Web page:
Penrose’s (1959) theory of firm growth suggests that knowledge is necessary for exploiting the firm’s underutilized resources, understanding the competitive environment and building unique capabilities, which foster the growth of the firm. These arguments are in line with previous research that has argued that innovation and consequently firm growth is mainly driven by the commercial use of knowledge and human capital (Lucas, 1988; Romer, 1990). However, the question remains how founders’ different “knowledge vectors” (Garud & Nayyar, 2006) work together and impact firm growth.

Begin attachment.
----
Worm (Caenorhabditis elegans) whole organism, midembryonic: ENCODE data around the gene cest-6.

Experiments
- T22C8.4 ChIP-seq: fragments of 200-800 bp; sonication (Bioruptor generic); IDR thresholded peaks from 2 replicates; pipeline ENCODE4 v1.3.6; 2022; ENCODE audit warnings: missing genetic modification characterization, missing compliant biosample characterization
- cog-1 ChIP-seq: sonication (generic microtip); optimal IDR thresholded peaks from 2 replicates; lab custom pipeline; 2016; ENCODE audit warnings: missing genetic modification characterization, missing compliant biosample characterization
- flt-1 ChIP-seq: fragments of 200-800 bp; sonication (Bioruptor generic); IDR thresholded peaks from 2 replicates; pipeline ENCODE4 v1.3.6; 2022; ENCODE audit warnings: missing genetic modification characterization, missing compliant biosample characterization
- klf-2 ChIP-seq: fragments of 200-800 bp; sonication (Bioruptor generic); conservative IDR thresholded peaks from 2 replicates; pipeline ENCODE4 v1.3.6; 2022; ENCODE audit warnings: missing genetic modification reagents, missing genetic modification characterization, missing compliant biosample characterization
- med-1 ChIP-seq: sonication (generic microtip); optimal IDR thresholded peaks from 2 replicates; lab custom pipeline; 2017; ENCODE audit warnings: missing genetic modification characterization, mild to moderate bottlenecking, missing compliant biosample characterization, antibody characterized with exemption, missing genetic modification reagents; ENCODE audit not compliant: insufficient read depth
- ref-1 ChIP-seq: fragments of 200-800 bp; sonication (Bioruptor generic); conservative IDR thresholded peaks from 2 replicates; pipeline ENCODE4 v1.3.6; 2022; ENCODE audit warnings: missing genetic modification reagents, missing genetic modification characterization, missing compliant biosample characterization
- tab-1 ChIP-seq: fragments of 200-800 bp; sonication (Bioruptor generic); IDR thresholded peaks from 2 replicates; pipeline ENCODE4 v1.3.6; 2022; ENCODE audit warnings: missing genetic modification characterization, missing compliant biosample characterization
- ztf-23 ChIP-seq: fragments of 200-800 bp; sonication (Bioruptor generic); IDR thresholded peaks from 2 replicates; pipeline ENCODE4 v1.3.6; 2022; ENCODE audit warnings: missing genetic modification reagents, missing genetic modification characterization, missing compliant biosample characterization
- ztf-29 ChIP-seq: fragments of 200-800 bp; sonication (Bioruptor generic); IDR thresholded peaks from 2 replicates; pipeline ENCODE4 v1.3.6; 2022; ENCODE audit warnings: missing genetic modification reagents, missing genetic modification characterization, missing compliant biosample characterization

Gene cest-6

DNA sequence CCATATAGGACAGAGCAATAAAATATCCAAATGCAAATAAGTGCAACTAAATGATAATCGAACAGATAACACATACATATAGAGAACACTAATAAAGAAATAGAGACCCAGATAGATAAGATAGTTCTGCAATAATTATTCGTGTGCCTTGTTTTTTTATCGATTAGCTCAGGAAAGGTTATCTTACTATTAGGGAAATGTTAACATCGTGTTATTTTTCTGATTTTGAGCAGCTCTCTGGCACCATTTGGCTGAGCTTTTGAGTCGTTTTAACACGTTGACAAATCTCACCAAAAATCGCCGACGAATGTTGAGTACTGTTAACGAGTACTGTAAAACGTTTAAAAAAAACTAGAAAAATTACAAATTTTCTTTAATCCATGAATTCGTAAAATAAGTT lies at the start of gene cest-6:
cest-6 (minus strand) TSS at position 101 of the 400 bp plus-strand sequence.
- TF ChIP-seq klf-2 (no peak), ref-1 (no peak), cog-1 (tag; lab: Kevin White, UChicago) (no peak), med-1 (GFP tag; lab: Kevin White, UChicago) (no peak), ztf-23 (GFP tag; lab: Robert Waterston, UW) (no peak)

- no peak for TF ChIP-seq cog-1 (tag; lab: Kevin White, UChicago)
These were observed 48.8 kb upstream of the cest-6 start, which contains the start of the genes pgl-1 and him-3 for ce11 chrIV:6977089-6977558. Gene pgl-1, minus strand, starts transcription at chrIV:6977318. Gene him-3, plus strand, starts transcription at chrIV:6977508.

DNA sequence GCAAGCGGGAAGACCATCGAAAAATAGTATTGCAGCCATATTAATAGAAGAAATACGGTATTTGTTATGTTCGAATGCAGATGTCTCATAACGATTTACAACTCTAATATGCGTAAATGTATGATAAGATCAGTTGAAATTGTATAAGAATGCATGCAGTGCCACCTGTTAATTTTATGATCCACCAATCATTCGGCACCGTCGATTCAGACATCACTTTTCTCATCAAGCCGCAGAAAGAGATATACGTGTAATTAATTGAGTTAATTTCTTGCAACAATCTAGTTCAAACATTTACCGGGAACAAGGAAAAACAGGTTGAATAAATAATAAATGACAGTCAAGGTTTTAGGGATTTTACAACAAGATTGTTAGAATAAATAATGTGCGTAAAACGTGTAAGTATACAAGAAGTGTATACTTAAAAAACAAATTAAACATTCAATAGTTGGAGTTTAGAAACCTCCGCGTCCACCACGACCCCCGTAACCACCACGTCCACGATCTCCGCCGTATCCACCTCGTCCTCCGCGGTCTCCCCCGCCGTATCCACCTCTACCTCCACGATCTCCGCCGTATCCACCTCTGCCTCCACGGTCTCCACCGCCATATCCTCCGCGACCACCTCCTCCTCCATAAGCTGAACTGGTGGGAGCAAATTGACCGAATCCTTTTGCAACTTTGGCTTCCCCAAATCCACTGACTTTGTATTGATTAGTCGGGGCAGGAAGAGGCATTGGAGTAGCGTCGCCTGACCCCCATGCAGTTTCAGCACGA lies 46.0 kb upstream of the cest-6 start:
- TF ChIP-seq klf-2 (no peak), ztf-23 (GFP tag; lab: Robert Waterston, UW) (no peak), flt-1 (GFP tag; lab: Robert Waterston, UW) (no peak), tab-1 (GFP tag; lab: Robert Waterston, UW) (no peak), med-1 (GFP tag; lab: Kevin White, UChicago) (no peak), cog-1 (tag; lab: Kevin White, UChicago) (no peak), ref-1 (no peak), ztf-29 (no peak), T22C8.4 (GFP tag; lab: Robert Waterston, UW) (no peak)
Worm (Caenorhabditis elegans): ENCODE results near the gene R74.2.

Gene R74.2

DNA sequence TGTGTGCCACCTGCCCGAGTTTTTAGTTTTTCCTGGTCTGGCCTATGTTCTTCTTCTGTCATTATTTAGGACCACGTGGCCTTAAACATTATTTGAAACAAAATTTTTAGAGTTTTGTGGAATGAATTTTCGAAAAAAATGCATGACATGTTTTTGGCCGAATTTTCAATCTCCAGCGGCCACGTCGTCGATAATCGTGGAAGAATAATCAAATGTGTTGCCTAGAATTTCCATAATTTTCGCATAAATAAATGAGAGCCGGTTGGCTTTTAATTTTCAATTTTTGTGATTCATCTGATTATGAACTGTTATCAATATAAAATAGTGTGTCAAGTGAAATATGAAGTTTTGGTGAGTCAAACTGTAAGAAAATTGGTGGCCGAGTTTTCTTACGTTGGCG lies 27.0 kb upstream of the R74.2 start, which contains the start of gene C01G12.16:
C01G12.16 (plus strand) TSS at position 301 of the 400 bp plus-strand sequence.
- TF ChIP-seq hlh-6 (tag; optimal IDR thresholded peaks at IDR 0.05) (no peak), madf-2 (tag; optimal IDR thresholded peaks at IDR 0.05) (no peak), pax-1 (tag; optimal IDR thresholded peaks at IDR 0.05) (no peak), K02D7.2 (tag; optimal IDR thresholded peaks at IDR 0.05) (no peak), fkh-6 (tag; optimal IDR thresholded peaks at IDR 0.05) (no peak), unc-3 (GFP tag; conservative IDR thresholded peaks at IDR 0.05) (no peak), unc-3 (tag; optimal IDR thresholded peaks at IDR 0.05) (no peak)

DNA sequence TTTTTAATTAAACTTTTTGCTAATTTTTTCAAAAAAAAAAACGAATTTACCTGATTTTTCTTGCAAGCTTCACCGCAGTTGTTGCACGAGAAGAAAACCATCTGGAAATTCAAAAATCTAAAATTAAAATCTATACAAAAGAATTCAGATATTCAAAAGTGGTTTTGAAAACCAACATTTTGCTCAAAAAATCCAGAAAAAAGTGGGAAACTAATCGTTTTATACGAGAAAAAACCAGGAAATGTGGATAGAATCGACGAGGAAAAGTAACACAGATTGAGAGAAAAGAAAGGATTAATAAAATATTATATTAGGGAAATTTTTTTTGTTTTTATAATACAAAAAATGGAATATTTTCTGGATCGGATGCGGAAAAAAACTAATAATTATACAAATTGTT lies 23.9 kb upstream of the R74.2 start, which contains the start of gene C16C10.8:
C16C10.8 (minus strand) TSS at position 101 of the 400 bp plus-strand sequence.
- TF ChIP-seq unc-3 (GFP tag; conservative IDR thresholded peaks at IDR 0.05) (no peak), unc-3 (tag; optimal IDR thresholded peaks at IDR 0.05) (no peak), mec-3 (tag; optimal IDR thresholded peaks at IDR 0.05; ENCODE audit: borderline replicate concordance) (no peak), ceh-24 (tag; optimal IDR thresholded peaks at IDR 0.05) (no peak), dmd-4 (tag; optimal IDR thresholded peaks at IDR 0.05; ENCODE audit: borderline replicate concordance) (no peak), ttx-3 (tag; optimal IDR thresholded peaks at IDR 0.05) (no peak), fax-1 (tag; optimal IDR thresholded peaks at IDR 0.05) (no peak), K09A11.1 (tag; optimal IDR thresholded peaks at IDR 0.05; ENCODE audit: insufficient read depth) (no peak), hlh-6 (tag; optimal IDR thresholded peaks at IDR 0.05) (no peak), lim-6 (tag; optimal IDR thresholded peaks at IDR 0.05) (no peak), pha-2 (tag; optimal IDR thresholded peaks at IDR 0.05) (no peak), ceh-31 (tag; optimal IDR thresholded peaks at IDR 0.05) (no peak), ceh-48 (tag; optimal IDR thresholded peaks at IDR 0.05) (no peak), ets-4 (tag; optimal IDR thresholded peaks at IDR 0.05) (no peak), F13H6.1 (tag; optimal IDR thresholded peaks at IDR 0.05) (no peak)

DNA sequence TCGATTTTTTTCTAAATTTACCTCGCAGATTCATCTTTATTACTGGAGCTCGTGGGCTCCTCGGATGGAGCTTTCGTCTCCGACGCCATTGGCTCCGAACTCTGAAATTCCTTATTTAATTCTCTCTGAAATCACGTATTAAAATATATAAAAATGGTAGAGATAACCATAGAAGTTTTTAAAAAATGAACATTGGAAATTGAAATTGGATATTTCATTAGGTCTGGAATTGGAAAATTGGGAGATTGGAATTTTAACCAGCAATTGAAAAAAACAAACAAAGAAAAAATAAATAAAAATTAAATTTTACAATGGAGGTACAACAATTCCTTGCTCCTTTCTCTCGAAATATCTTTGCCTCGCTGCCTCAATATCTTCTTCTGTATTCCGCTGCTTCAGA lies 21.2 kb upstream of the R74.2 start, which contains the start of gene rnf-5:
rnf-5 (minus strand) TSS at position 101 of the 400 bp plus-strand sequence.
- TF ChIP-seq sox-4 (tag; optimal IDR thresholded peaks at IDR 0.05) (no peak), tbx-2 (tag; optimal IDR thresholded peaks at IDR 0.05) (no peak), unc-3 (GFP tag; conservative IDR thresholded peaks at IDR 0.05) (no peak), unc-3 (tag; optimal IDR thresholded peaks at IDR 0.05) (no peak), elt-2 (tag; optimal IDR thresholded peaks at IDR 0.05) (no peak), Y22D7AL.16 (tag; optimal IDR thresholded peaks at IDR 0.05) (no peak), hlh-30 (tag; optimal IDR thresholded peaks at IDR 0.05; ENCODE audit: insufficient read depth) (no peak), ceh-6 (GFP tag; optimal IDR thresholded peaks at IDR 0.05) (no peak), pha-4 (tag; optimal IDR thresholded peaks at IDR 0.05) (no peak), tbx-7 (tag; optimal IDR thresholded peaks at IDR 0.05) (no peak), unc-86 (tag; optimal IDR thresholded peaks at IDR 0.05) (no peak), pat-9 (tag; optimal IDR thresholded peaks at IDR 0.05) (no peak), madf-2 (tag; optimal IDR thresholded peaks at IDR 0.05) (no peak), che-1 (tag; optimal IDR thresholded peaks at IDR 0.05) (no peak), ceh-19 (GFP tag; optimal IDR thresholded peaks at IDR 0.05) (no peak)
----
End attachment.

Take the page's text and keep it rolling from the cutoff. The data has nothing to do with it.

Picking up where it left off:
In fact, technological knowledge has increasingly been identified as a distinct form of knowledge, especially in the new knowledge economy (Baird, 2002; Hitt 2000). However, the extent to which these knowledge vectors will be exploited will depend on founders’ motivation (Osterloh & Frey, 2000; Baum & Locke, 2004). Building on the theoretical perspectives of the knowledge-based theory of the firm (Grant, 1996)the firm is conceptualized as an institution for integrating knowledge. The primary contribution of the paper is in exploring the coordination mechanisms through which firms integrate the specialist knowledge of their members. In contrast to earlier literature, knowledge is viewed as residing within the individual, and the primary role of the organization is knowledge application rather than knowledge creation. The resulting theory has implications for the basis of organizational capability, the principles of organization design (in particular, the analysis of hierarchy and the distribution of decision-making authority and motivation theory (Deci & Ryan, 2010; Osterloh & Frey, 2000), we hypothesize that founders’ technological knowledge is especially important to firm growth and that founders’ motivation moderates this relationship.